The Durango School District 9-R board reviewed school lunch policy Tuesday after a sign posted at Miller Middle School in April announced partial lunches would be served to students with debt.
The sign sparked a Facebook fundraiser to ensure students could eat full meals.
Board members did not come to any decision about changes to the lunch policy during their work session, but they did discuss the sign and fundraiser that raised $830 in three days to pay off student debt.
The sign was in violation of the school’s policy, Superintendent Dan Snowberger told the board.
“This was definitely a situation that was mishandled at the school and that’s been rectified,” he said.
If a similar sign was posted at another school, it has not been reported, he said.
The school’s policy says students who do not qualify for free and reduced lunch and owe for three meals will be served a partial lunch. Partial lunches consist of a cheese stick and fruit or a granola bar and fruit, according to the school’s website.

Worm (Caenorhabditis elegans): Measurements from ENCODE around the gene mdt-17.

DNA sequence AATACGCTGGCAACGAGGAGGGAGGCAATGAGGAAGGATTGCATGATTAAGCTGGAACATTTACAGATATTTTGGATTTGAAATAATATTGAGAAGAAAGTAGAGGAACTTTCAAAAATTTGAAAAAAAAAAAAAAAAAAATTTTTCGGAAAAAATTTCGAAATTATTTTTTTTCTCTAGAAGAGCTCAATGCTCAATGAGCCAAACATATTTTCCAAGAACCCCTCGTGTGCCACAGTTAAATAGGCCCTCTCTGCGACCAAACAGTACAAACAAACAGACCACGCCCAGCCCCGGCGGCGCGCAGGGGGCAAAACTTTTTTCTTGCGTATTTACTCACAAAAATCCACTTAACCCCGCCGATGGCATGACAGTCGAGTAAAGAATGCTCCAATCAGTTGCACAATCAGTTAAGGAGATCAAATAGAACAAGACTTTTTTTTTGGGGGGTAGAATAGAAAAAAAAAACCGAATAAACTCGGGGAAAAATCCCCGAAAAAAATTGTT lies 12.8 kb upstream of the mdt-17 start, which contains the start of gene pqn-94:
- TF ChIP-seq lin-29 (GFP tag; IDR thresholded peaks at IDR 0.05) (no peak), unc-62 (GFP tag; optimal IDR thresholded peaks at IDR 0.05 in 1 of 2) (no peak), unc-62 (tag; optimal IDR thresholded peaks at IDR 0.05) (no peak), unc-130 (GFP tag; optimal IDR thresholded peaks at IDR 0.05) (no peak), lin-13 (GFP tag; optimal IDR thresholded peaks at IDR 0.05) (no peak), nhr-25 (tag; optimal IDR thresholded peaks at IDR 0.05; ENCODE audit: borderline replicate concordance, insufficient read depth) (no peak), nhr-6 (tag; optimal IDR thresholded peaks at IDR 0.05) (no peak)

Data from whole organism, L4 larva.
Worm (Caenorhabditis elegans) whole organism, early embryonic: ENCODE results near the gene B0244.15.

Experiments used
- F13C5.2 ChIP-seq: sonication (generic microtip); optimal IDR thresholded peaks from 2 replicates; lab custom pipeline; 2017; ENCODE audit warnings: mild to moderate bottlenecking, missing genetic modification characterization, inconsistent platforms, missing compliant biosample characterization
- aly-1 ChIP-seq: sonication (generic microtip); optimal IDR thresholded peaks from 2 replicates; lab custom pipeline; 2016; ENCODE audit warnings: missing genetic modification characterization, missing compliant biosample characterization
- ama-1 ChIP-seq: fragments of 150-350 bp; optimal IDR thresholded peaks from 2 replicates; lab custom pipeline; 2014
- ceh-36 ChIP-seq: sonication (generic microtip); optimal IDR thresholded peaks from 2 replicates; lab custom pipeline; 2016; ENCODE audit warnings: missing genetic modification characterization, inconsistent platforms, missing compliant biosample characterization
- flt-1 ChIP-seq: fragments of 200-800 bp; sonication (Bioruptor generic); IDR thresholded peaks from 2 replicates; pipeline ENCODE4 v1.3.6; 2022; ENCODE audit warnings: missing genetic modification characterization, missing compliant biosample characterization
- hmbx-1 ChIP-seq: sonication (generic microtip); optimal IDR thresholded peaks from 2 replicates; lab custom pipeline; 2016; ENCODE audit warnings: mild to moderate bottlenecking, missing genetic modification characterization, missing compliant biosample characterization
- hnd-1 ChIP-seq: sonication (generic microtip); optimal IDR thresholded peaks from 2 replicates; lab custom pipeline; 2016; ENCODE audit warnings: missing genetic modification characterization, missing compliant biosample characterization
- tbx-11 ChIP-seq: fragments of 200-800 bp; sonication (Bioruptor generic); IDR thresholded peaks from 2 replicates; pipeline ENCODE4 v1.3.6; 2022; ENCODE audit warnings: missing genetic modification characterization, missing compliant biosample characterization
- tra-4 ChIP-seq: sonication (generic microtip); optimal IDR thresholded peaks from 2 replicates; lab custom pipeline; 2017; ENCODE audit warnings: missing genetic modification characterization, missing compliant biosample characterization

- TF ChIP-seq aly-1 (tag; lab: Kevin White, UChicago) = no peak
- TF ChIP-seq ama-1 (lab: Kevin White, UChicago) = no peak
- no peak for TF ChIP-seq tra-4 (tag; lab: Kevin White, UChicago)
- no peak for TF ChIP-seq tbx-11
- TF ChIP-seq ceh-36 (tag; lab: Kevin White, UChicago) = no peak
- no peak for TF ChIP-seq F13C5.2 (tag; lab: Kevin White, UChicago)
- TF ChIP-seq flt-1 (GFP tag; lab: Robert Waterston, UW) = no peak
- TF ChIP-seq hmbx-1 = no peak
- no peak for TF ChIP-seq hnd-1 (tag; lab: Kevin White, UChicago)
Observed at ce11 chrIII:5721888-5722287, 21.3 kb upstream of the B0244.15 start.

Board President Nancy Stubbs asked if the partial lunches are substantial enough to sustain students through the day.
Deputy Superintendent Andy Burns said the partial lunch policy is well within federal and state standards.
When students are served partial lunches, it is meant to be done discretely and not come as a surprise to students, he said.
The district notifies parents who can afford to pay for lunches about debt through text messages and emails, Snowberger said.
Miller Middle School employee Robyn Baxendale started the fundraiser to pay off the lunch debt and submitted a list of suggestions to the board to improve the district’s lunch policy.
She suggested setting up a district-wide donation fund through Durango Education Foundation to cover lunch debt, among other changes.
Snowberger said he connected her with the foundation to work on the issue. “She really has a passion to raise dollars,” he said.
The parent-teacher organizations at many elementary schools already raise money to cover school lunch debt, he said.
The Facebook fundraiser was concerning to the district, in part, because anyone could claim to be raising money for the district on the social medial platform. Facebook also charges high administration fees. Raising money through the foundation takes care of those concerns, he said.